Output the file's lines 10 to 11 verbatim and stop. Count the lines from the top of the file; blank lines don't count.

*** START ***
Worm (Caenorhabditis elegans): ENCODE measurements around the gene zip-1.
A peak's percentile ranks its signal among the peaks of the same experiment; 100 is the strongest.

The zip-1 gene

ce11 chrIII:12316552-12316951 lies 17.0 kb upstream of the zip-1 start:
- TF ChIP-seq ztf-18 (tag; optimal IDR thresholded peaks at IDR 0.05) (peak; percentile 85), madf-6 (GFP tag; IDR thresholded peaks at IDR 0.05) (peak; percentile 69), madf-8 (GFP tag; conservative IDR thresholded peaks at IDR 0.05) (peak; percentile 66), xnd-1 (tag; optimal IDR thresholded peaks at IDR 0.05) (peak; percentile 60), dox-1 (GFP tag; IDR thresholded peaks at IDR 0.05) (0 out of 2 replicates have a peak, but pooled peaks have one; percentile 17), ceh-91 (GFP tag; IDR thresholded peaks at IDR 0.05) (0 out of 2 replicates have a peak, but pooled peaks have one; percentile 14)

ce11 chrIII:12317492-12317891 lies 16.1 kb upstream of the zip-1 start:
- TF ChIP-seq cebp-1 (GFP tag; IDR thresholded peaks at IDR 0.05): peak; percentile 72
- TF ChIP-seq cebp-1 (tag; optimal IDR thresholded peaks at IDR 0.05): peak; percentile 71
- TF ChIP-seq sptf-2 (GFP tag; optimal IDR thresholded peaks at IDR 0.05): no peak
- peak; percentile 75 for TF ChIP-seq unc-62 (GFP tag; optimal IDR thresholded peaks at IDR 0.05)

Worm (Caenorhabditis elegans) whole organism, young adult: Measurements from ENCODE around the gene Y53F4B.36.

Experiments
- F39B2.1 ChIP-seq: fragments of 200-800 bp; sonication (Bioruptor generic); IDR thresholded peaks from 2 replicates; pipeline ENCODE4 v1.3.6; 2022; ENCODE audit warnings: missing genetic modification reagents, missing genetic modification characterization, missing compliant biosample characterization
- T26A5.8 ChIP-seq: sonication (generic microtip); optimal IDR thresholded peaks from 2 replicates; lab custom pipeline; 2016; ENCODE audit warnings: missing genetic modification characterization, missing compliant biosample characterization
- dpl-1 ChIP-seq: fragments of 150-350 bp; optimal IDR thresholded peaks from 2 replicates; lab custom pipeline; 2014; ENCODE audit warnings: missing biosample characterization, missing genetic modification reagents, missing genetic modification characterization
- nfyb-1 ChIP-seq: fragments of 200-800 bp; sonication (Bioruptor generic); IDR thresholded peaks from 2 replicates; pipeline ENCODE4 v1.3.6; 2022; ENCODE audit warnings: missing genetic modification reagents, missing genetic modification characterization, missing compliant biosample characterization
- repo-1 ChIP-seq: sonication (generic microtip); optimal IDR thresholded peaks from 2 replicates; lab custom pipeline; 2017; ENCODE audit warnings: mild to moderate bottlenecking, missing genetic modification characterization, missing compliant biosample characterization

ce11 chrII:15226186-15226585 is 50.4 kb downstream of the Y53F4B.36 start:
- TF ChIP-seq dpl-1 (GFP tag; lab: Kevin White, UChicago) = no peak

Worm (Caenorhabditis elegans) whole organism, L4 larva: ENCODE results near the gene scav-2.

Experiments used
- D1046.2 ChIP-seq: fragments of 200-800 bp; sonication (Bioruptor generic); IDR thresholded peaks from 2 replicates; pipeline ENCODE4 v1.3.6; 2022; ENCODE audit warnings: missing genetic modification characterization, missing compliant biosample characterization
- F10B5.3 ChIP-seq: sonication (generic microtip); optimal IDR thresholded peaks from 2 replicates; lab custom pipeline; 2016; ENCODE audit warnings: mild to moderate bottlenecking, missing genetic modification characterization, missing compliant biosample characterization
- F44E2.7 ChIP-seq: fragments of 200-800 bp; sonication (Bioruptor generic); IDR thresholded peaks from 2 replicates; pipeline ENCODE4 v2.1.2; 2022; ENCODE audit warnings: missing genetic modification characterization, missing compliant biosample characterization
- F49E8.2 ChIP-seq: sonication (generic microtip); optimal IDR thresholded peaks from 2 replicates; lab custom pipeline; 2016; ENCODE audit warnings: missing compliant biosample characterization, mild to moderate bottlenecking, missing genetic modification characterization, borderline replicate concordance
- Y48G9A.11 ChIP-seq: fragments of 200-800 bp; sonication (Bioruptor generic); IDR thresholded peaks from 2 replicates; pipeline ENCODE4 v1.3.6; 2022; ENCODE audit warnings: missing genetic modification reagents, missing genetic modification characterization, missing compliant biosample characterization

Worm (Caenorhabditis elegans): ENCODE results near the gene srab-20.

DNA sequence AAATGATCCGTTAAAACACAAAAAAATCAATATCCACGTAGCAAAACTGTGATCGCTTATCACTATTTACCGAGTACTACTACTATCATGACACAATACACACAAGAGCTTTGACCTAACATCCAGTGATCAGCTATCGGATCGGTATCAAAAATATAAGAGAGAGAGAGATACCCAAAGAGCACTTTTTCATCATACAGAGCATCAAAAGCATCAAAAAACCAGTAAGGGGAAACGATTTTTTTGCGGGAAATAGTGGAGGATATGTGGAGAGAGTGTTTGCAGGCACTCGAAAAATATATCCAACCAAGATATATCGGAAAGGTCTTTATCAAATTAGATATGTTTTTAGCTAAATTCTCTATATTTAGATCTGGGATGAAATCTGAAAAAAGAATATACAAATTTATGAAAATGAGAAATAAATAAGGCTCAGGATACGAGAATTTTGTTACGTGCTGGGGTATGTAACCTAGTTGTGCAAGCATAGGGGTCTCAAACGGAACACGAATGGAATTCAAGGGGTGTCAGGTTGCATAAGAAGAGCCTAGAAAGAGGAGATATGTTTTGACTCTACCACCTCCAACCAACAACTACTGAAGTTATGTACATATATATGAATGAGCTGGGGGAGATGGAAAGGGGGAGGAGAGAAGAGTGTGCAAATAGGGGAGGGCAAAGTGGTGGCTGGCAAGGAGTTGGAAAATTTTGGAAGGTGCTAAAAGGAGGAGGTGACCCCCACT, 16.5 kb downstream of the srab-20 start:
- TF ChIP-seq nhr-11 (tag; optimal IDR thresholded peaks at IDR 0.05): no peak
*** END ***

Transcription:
- peak; percentile 75 for TF ChIP-seq unc-62 (GFP tag; optimal IDR thresholded peaks at IDR 0.05)

Worm (Caenorhabditis elegans) whole organism, young adult: Measurements from ENCODE around the gene Y53F4B.36.